Physical Activity and Quality of Life Experienced by Highly Active Individuals with Physical Disabilities

in Adapted Physical Activity Quarterly
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The present study examined links between physical activity and quality of life experienced by individuals with physical disabilities recruited from a wheelchair user’s basketball tournament. The participants included 12 male and 14 female adults between the ages of 18–54 (M = 31.12, SD = 10.75) who all reported one or more condition(s) that impacted their daily living. They were administered the Physical Activity Scale for Individuals with Physical Disabilities (Washburn, Weimo, McAuley, Frogley, & Figoni, 2002) and in-depth interviews focused on their physical activity experiences and evaluations about their quality of life. Grounded theory analyses (Charmaz, 2000, 2002) revealed that individuals who use wheelchairs perceived a number of psychological, social, and health benefits associated with physical activity involvement. The participants’ evaluations and descriptions of their physical activity experiences appeared to support self-efficacy beliefs, feelings of empowerment, and motivation for continued involvement. Firstperson descriptions are presented to demonstrate how and why physical activity behaviors were perceived to enhance the quality of the participants’ lives.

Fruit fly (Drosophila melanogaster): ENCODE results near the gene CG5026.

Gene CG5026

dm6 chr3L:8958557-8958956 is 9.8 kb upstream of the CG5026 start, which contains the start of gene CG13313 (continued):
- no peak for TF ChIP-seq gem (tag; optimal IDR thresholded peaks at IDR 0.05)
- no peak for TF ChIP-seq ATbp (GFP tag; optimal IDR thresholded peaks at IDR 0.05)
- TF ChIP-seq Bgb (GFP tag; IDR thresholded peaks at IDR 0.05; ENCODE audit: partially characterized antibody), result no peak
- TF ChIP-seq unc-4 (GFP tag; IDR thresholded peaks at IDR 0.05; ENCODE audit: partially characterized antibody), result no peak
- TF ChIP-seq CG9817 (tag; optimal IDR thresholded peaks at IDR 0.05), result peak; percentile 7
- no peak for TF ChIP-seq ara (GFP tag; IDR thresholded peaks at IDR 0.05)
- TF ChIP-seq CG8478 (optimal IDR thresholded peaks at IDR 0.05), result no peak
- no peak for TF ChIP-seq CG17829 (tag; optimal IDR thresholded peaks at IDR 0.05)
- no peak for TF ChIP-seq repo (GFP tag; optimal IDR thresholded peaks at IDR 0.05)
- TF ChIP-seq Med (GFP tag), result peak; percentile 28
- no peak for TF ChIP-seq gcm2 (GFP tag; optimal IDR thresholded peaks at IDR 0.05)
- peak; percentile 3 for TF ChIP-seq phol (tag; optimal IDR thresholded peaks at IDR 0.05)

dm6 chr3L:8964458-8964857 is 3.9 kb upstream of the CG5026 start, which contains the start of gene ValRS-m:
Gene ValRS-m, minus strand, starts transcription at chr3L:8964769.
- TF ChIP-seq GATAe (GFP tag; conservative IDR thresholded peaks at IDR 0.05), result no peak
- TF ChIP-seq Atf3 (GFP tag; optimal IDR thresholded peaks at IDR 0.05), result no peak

Peter R. Giacobbi Jr. and Michael Stancil are with the Department of Applied Physiology and Kinesiology at the University of Florida in Gainesville. E-mail: Pgiacobbi@hhp.ufl.edu. Brent Hardin is with the Kinesiology Department at the University of Alabama. Lance Bryant is with the Health, Physical Education, and Exercise Science Department at Arkansas State University in Jonesboro.

Adapted Physical Activity Quarterly
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